There are those among us who were lucky enough to grow up in an environment where we were exposed to camping and the outdoors from an early age, and have had people to guide us, and in some cases drag us along on all of those camping and fishing trips.
I fully understand however, that not everyone has had such early exposure to the outdoors. There are many people who develop an interest in these activities, but have never been in the woods, and have no sources of information other than what they can find online. I remember finding myself in a somewhat similar situation when I arrived to the US. While it was not my first time in the woods, I had no one here who could tell me how things are done in the US, so I had to figure out a lot of it on my own.
I have been getting a lot of emails and questions from just such people who are thinking about starting out in bushcraft or camping, and I decided to write a series of posts targeted at such individuals.
The posts are going to be aimed at a person who has had no camping experience and does not know anyone who can provide them with the needed information. I am thinking of maybe a college student who has been inspired by his favorite survival TV show, or even someone who has been spending way too much time in an office and wants to see if there is more out there.
A quick search online will reveal a fair amount of information along the lines of “bushcraft kit for under $100". Unfortunately, I find that many of those posts are written by people who have forgotten what it is like to be new to camping and bushcraft. It is true that an experienced person would have no problem spending the night in the bush with just a blanket and a tin can, but often we forget that this is targeted at a person who has never been in the woods. It can indeed be a frightening experience and few people would attempt it without what they consider the proper gear.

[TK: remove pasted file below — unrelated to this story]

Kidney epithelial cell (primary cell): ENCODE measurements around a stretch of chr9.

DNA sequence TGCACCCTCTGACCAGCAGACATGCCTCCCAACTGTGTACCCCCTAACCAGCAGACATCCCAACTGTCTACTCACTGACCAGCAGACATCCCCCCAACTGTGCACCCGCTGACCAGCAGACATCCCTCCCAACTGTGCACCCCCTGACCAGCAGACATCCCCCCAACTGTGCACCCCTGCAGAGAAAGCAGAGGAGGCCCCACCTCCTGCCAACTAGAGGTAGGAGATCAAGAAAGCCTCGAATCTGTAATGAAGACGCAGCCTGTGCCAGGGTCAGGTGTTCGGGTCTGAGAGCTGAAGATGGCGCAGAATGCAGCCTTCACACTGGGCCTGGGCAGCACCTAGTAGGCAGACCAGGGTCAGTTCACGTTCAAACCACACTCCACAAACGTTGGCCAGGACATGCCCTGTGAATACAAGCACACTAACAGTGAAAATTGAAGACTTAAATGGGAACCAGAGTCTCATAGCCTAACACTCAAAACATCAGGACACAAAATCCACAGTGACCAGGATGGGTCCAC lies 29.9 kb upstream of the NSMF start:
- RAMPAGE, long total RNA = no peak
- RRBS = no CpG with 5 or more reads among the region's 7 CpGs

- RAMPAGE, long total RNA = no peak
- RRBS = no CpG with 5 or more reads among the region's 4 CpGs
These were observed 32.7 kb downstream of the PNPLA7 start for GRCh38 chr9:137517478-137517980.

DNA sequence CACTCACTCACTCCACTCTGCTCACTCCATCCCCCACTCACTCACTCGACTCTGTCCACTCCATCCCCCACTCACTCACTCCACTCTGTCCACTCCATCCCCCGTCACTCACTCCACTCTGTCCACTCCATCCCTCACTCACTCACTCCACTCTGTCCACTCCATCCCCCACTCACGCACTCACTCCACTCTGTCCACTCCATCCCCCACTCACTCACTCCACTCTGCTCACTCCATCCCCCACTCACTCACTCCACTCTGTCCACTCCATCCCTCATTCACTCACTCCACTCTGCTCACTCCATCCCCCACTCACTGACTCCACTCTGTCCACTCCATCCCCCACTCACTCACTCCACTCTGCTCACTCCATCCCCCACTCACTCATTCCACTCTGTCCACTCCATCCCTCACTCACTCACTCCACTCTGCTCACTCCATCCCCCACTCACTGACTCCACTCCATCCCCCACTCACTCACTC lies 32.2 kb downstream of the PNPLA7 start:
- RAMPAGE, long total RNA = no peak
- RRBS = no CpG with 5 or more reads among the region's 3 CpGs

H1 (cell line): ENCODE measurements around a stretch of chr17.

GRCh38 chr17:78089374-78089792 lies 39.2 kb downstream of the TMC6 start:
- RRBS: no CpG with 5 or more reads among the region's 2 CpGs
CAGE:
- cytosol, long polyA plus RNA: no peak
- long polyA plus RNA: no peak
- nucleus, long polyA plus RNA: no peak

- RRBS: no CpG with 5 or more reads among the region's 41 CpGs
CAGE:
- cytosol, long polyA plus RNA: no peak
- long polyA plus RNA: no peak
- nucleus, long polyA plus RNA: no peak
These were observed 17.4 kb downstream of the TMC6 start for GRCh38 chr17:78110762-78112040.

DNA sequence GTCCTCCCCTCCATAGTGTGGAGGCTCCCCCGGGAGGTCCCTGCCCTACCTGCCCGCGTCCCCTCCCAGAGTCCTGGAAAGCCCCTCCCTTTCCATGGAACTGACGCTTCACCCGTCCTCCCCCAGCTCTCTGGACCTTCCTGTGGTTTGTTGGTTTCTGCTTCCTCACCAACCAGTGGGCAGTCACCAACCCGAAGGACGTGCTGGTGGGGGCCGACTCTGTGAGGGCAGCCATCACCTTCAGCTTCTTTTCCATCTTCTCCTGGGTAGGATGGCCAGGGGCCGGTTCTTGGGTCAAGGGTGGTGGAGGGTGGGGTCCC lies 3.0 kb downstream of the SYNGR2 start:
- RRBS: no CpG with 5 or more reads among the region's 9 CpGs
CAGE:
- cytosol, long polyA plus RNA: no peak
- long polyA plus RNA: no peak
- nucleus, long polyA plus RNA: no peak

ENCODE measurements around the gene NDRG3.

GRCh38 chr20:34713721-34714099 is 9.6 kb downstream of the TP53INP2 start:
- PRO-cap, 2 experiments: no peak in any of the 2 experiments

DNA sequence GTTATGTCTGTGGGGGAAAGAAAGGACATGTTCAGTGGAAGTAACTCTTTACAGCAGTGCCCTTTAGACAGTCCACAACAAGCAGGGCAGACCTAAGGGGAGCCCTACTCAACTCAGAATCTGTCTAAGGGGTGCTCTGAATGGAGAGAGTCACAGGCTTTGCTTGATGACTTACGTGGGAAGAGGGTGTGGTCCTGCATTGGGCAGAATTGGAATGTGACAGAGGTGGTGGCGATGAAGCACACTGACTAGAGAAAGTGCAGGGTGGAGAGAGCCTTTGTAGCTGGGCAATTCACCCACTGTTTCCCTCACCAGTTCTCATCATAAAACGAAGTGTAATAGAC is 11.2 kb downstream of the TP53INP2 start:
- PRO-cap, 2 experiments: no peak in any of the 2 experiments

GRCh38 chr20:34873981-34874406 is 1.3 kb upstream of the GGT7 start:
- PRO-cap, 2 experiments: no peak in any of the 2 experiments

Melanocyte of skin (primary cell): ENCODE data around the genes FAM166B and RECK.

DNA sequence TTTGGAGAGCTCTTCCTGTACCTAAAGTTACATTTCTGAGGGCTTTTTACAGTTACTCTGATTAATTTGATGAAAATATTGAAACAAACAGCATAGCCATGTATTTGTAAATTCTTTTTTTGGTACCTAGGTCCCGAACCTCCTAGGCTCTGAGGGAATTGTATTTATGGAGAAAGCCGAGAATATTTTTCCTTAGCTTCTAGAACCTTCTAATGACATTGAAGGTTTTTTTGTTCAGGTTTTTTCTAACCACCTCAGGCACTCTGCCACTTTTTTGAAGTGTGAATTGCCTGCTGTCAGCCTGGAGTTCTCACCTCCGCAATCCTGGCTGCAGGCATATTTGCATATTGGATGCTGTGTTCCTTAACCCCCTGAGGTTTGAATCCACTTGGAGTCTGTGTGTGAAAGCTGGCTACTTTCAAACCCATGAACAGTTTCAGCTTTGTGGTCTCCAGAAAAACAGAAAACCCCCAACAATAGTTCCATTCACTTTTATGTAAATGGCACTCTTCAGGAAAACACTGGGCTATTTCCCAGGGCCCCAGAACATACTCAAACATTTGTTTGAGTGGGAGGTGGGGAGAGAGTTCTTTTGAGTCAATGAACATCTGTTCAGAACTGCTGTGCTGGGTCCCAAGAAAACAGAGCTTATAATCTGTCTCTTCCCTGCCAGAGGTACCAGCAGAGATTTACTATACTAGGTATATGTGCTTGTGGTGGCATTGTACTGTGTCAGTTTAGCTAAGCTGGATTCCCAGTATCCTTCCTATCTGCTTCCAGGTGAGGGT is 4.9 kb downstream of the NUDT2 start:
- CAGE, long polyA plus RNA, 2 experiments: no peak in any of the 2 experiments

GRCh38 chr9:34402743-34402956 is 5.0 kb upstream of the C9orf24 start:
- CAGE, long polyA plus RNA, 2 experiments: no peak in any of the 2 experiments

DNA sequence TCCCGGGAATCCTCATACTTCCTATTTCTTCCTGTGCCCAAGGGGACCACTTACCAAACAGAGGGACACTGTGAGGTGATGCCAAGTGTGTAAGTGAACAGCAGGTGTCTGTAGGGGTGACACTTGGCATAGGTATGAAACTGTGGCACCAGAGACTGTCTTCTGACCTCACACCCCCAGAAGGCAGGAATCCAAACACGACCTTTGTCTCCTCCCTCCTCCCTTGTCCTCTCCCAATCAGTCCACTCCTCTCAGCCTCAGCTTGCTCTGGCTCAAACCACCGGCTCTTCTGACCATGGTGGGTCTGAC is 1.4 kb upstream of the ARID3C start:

Even worse, most of those post and videos leave out essential gear. The person often discusses their knife, their axe, their saw and pot in length. At the end of the post we then see a note along the lines of “the above does not include my tent, sleeping bag, stove, etc”. Well, I hate to say it, but those are the important and costly items.
Equally frustrating is the fact that many of those gear lists include things that the person received as a gift, or found at a yard sale, etc. While that is great for that individual person, it makes the kit very hard to replicate by the reader.
So, after getting frustrated at a number of such posts, I decided to put my money where my mouth is, and see if I can do better. I will attempt to provide a guide to creating a reasonably priced and complete kit for camping and bushcraft. For this list I will use only commercially available products. I will cut costs wherever possible, but I will try to do so without cutting out items. Along with the gear, I will try to cover some techniques and general information that may be useful to the person who is just starting out.
Keep in mind that whether I intend it or not, this will more or less be a guide to how I do things and my style of camping and bushcraft. It is certainly not the way for everyone, but if my writings resonate with you, this may be of some use.